an image of the volume adjustment board

Is Your Movie Too Loud? Can’t Hear The Dialogue? This Circuit Can Help.

Everyone loves watching movies, that is, so long as you can hear what the characters on screen are saying. [GreatScott] found this second part difficult while watching through BladeRunner 2049, so he designed an automatic volume adjuster to assist.

At a high level, the solution is fairly straightforward; when there is loud music playing in a movie, turn the volume down. The challenge is how to actually achieve that. The first step was controlling the volume. To avoid having to modify or damage his sound system, [GreatScott] opted instead to mimic the volume up and down signals of his remote over IR. Using the very handy IRremote library for Arduino and its built-in decoding functionality, he was able to identify and replicate the signals with his own IR LED.

The second step in this process was measuring the volume of the movie. [GreatScott] achieved this with a microphone and amplifier circuit, that was then piped into one of the analog pins of the Arduino Pro Micro at the heart of the build. Since the audio being sampled could have a frequency as high as 20 kHz, the ADC Prescaler had to be adjusted from its standard value, which would have only permitted measurements at less than 5 kHz.

The third step was writing the algorithm to detect loud music and adjust the volume accordingly. The Arduino will measure the audio until a sound greater than the dead band value, set with one of the two onboard potentiometers, is detected. This then triggers the Arduino to start a timer, to see how frequently the upper limit is being surpassed. If it is just one or two occasionally loud noises (like a scream, a clap, whistling, etc.) the Arduino will not take any action, but multiple loud noises in rapid succession will then trigger the volume down command over the IR LED. A second potentiometer allows for adjustment of this timer’s critical value, so that you can make the system respond faster or slower depending on the movie.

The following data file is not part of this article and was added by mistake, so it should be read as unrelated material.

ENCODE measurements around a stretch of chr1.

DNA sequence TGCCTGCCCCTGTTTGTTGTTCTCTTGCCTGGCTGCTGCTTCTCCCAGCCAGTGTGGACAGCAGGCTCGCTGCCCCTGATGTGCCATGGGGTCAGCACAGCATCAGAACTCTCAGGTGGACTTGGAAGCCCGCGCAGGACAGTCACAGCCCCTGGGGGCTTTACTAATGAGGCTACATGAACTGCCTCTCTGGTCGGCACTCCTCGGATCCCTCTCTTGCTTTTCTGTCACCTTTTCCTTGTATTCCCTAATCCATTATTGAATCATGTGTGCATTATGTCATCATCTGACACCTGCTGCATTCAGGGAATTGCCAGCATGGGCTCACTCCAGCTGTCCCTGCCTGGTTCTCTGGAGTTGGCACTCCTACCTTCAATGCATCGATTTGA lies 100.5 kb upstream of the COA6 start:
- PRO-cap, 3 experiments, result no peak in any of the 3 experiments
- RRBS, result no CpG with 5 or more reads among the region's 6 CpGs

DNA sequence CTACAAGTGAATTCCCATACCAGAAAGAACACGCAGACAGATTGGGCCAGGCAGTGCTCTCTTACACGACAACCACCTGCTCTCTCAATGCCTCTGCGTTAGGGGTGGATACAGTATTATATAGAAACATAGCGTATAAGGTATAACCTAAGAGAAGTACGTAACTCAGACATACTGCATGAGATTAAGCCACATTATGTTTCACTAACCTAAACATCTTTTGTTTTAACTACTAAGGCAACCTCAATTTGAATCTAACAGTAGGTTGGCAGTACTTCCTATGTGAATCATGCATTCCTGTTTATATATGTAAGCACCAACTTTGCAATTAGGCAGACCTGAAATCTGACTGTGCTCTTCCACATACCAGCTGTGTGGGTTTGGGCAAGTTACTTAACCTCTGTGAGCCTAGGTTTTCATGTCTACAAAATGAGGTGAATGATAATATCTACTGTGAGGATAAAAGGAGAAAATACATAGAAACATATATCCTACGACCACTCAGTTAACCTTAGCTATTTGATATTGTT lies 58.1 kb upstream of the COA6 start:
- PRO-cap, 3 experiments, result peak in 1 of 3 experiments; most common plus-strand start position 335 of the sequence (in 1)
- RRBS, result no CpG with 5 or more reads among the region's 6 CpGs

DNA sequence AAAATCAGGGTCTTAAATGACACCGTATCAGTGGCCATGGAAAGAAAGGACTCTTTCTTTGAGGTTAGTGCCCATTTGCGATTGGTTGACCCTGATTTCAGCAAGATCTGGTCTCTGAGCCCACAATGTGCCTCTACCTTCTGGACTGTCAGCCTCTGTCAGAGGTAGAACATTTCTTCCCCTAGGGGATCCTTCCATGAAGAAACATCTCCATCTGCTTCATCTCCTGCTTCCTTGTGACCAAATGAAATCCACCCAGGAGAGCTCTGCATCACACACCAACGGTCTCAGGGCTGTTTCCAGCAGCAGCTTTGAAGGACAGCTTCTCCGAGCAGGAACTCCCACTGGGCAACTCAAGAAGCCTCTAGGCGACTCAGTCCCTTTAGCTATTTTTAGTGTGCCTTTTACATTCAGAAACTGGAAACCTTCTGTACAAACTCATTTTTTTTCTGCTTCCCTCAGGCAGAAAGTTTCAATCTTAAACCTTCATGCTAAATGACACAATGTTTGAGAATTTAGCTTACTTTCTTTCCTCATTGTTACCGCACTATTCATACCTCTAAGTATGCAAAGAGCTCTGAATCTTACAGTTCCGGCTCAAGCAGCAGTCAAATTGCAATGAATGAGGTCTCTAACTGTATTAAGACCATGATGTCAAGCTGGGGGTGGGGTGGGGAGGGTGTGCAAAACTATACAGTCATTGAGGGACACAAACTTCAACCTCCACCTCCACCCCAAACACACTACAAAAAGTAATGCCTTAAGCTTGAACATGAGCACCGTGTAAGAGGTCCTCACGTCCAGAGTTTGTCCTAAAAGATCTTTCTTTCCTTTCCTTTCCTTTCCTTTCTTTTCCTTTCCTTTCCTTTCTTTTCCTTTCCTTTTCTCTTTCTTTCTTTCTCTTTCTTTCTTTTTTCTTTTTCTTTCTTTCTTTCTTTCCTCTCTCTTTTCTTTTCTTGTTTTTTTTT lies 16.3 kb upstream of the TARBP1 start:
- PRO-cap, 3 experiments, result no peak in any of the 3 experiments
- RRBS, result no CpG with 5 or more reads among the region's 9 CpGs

Once the sound has been detected to have dropped down below a critical vaue, the Arduino assumes that the movie is back to dialog and will increase the volume by the number of times it decreased it before, leaving you back at the perfect volume.

Maybe you’re the type that cares more for the visuals of a movie, rather than the audio. In that case, this e-paper movie display will be perfect for giving you time to appreciate every frame!

Continue reading “Is Your Movie Too Loud? Can’t Hear The Dialogue? This Circuit Can Help.”

Using Missile Tech To See Like Predator

[Artem Litvinovich] wanted to see by heat vision like in the Predator movies. He not only succeeded but went on to see in color, medium-wave IR, short-wave IR, and ultraviolet using a very unique approach since his effort began back in 2009.

He started with a box based on the basic pinhole camera concept. In the box is a physical X-Y digitizer moving a photodiode to collect the thousands of points needed to create a picture. First all he got, due to the high signal amplification, was the 60 cycle hum that permeates our lives. A Faraday cage around the box helped but metal foil around the sensor and amplifier finally eliminated the noise. Now he had pictures in the near infrared (NIR). Continue reading “Using Missile Tech To See Like Predator”

Infrared Detector Selects Over A Wide Range

You can classify infrared light into three broad ranges: short wave, medium wave, and long wave. Traditionally, sensors concentrate on one or two bands, and each band has its own purpose. Short wave IR, for example, produces images similar to visible light images. Long wave is good for thermal imaging.

Researchers have announced a new detector that, by adjusting a bias, can detect all three bands using a simple approach that stacks different absorption layers over a semiconductor substrate. The device only requires two terminals and is very efficient, although the efficiency varies based on the band.

We’ve covered infrared sensing before. We’ve even seen DSLRs hacked into IR sensors. This new research might be a bit much to duplicate in your garage. After all, it requires tellurium doped gallium antimonide substrates and sophisticated processing equipment. However, this research will probably lead to practical devices that will find their way into projects before too long.